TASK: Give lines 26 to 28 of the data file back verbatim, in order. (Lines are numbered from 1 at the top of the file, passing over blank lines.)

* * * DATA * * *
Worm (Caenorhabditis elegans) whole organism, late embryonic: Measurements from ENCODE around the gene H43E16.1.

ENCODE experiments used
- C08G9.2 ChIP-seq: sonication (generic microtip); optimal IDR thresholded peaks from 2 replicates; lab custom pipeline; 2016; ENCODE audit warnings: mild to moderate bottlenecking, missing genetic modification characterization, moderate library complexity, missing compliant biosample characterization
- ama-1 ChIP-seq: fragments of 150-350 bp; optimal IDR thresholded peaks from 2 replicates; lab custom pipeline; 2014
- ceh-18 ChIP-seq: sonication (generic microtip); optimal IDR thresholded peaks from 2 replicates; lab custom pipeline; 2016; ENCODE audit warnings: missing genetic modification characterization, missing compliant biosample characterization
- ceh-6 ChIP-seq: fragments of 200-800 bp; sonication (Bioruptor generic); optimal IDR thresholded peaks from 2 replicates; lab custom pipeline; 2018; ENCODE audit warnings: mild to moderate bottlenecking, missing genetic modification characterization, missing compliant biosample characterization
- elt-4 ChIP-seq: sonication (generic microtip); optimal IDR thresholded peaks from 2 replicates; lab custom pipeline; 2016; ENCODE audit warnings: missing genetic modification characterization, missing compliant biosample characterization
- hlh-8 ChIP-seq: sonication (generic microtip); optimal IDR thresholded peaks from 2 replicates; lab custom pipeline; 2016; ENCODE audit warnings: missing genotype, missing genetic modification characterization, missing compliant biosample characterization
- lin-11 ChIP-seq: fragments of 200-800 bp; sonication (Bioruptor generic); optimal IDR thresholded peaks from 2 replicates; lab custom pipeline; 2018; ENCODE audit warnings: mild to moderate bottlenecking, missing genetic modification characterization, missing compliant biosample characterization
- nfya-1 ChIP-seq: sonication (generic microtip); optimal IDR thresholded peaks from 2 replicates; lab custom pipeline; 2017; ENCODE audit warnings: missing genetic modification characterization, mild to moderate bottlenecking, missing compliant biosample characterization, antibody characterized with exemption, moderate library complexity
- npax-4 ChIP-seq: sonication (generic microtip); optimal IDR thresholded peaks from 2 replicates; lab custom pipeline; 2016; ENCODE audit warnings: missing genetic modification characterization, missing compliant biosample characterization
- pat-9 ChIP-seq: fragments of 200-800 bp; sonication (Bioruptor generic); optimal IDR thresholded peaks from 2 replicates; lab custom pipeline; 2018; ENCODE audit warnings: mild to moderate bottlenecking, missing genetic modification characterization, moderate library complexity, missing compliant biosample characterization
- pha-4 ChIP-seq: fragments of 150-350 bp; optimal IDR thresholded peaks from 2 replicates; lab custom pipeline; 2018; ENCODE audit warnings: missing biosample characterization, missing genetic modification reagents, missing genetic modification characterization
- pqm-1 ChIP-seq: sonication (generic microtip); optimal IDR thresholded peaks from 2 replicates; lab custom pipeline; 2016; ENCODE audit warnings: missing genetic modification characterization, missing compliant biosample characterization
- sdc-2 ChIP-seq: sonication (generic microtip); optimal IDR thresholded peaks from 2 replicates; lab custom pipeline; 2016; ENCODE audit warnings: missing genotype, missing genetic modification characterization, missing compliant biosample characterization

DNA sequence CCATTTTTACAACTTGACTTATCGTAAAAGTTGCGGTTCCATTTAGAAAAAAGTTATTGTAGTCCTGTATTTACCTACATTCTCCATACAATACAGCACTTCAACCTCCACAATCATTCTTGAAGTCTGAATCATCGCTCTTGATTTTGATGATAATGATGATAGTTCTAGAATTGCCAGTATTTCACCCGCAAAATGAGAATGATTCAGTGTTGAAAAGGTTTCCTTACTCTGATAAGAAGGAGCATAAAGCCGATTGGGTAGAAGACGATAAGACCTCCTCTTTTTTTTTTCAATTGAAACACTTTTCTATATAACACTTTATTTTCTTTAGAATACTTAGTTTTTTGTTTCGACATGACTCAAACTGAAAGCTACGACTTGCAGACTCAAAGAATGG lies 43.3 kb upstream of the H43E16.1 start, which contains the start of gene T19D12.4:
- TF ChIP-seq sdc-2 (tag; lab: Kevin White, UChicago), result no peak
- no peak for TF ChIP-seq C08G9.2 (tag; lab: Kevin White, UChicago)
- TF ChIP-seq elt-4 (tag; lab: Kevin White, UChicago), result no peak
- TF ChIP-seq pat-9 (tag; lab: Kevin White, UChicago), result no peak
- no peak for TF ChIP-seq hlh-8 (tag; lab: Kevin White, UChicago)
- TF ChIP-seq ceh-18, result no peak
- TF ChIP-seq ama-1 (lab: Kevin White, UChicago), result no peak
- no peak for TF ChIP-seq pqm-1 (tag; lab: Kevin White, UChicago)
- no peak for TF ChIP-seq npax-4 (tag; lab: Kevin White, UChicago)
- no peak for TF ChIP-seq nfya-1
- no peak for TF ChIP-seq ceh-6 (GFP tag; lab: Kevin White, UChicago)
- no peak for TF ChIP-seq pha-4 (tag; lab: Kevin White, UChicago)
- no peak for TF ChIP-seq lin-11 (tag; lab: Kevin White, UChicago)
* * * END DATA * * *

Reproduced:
- no peak for TF ChIP-seq nfya-1
- no peak for TF ChIP-seq ceh-6 (GFP tag; lab: Kevin White, UChicago)
- no peak for TF ChIP-seq pha-4 (tag; lab: Kevin White, UChicago)